UFU Comments On UK Agriculture Bill

UFU Comments On UK Agriculture Bill

The UFU president Ivor Ferguson has discussed the shape of agriculture in the UK and NI with MP’s, the Environment Minister  and members of the Lords. 

The Ulster Farmers’ Union says the publication of the UK Agriculture Bill is a significant step in the UK’s Brexit process and is crucial in determining the industry’s future post-Brexit.

UFU president Ivor Ferguson said the UFU would be examining the document closely, in particular what impact it may have on farming in Northern Ireland.

The UFU president was in Westminster this week, along with the other UK farming union leaders, and met with Secretary of State Michael Gove, MP’s and representatives from the House of Lords to discuss the UK’s Brexit plans.

Mr Ferguson said the meetings were constructive and the message from farmers was clear – that supporting sustainable and profitable food production must underpin the UK’s future agriculture policy. He said”  “The UK cannot afford to be complacent when it comes to food security. We are world leading in our food production standards, both in terms of animal health and welfare and the environment. Farmers across the UK strive daily to produce the high quality, safe, delicious, and affordable food consumers expect to see on supermarket shelves. The UK must continue to ensure farmers are supported in a way to allow this to continue.”

The UFU has always argued for regional flexibility when it came to designing a new domestic agriculture policy. Mr Ferguson said: “In our initial review of the Bill, we are pleased to see provisions in place that take into consideration the current political situation in Northern Ireland. In particular, it allows for a continued legal basis to ensure, as far as possible, that the status quo in terms of agricultural support can be continued until a new policy direction can be established.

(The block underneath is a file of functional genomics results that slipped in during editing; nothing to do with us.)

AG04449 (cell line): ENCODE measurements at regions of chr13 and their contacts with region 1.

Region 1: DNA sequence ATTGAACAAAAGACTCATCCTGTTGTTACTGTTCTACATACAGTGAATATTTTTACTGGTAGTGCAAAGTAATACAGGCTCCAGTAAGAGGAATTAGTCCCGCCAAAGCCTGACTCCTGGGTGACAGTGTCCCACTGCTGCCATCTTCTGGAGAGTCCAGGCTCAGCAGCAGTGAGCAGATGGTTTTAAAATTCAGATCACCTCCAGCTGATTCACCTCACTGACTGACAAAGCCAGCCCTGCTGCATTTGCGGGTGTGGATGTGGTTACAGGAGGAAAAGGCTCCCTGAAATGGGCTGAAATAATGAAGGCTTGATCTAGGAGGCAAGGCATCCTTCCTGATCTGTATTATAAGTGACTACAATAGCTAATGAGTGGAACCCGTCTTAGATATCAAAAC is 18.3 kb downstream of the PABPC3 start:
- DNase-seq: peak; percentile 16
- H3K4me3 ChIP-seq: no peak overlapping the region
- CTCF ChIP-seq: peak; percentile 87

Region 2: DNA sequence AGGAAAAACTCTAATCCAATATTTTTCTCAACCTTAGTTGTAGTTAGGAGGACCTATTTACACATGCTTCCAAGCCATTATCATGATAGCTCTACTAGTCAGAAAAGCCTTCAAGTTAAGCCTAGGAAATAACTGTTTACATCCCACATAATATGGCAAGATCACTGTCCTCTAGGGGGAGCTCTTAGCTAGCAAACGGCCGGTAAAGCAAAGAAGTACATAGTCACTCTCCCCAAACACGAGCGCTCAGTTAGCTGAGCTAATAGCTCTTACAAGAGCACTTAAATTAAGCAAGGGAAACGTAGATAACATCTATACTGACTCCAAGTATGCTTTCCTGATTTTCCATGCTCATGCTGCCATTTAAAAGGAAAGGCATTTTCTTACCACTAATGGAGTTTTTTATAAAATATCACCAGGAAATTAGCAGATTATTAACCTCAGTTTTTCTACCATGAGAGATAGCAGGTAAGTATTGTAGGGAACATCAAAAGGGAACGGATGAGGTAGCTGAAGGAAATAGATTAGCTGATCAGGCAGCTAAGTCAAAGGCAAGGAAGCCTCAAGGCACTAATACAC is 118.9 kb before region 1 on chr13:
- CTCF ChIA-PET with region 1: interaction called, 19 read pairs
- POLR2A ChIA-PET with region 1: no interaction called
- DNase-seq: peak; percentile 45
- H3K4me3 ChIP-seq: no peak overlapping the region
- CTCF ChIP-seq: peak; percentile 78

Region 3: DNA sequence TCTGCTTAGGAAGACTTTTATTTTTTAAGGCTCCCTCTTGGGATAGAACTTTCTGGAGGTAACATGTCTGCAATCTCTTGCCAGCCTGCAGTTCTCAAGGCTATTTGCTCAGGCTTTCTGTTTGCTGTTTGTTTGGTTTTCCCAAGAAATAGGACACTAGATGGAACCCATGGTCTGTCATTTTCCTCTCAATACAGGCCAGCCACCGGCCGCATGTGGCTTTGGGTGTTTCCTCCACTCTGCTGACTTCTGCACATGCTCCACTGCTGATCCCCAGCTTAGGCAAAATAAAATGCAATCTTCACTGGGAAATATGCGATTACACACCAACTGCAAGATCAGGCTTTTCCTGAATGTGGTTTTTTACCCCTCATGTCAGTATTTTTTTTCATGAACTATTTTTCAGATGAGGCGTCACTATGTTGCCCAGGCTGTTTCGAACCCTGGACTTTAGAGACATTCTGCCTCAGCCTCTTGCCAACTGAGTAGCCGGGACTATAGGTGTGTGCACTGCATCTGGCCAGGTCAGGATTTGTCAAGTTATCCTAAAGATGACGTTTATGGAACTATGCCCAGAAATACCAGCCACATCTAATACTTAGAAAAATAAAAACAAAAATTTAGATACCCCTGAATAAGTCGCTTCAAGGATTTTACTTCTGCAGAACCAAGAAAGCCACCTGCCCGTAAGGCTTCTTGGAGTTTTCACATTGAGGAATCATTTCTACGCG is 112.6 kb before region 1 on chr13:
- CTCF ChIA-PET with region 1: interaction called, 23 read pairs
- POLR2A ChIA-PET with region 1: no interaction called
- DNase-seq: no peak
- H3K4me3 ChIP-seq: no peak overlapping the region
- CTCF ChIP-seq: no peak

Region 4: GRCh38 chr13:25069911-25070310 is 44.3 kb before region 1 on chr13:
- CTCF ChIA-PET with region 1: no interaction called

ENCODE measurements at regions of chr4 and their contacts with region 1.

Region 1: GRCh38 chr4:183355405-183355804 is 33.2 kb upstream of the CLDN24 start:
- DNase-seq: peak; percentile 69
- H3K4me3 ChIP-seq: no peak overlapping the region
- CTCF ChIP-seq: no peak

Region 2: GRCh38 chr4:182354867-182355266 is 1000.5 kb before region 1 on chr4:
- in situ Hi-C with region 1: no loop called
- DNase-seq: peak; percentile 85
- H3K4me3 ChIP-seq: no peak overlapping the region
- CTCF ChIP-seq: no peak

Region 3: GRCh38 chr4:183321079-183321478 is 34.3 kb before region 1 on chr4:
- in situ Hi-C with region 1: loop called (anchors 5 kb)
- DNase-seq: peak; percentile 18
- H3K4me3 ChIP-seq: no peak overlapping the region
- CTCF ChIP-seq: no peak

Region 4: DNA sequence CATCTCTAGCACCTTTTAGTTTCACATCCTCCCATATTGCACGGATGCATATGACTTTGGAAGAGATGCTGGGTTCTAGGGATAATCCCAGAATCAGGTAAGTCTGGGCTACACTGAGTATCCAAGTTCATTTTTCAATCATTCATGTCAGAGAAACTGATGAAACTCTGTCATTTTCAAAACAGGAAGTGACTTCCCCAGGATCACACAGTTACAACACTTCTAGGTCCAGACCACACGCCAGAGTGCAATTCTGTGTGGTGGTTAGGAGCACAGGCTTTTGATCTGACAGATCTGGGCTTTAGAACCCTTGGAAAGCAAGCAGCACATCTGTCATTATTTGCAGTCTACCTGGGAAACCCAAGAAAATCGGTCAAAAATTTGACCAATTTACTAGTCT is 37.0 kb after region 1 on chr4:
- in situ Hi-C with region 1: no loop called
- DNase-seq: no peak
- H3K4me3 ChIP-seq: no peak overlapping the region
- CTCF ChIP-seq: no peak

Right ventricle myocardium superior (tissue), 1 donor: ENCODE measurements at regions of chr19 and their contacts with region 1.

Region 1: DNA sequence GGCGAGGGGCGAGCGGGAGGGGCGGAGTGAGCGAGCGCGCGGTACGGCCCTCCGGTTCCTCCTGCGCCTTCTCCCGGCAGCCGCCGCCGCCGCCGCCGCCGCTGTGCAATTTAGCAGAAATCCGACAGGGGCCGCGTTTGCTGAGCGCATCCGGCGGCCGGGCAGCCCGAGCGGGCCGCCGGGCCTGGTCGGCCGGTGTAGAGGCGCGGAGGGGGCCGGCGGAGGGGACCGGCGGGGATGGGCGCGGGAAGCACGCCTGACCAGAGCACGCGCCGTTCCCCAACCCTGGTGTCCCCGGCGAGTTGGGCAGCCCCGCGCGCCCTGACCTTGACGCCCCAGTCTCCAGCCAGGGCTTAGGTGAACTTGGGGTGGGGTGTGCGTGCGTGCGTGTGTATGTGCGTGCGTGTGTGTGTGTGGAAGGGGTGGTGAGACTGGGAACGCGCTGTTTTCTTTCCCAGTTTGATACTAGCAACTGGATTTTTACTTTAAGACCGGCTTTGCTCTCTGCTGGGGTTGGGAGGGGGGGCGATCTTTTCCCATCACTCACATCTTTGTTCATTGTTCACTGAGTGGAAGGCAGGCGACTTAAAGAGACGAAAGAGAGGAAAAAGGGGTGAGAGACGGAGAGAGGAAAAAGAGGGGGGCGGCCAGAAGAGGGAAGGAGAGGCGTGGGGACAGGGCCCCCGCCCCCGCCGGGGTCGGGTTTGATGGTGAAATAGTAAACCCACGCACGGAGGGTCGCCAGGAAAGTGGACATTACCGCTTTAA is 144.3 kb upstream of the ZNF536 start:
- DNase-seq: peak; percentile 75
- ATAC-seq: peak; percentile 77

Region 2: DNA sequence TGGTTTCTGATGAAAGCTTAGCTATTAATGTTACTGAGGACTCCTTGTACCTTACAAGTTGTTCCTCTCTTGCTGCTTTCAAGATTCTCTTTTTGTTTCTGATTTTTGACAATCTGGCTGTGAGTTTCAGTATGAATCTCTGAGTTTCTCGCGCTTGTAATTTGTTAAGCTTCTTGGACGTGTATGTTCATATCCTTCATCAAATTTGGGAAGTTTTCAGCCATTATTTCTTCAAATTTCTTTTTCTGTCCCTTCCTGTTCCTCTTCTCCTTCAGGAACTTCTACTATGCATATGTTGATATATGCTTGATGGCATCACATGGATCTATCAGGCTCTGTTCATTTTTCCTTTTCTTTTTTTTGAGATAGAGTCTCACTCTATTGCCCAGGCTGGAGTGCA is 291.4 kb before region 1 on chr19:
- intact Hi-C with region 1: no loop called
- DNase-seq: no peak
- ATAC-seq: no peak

“It is good news, despite the absence of Stormont, that the Agriculture Bill recognises our needs are different from the other regions. It sets out that it will not pre-judge or constrain the ability of an incoming Minister, NI Executive and Assembly to decide what is appropriate for the NI agri-food sector. However, we accept there will be some overarching UK frameworks to ensure common standards and prevent unfair competition.”

Mr Ferguson said the publication of the Bill further reinforces the importance of having a devolved government. “We are keen to progress things further and are currently consulting with members to get their views on DAERA’s proposals for Northern Ireland’s future agriculture policy framework. However, we will likely need Stormont up and running before any real decisions can be taken. It is a difficult position for farmers and their businesses, as we need adequate time to plan for changes.

“Ultimately, the future format of support for the agricultural industry will be dependent on the outcome of any future trade deals with the EU or other countries. If good deals are secured, farmers may not need more support than they receive at present. However, if trade deals are agreed that undermine the industry, farmers will need much more to keep their businesses viable.”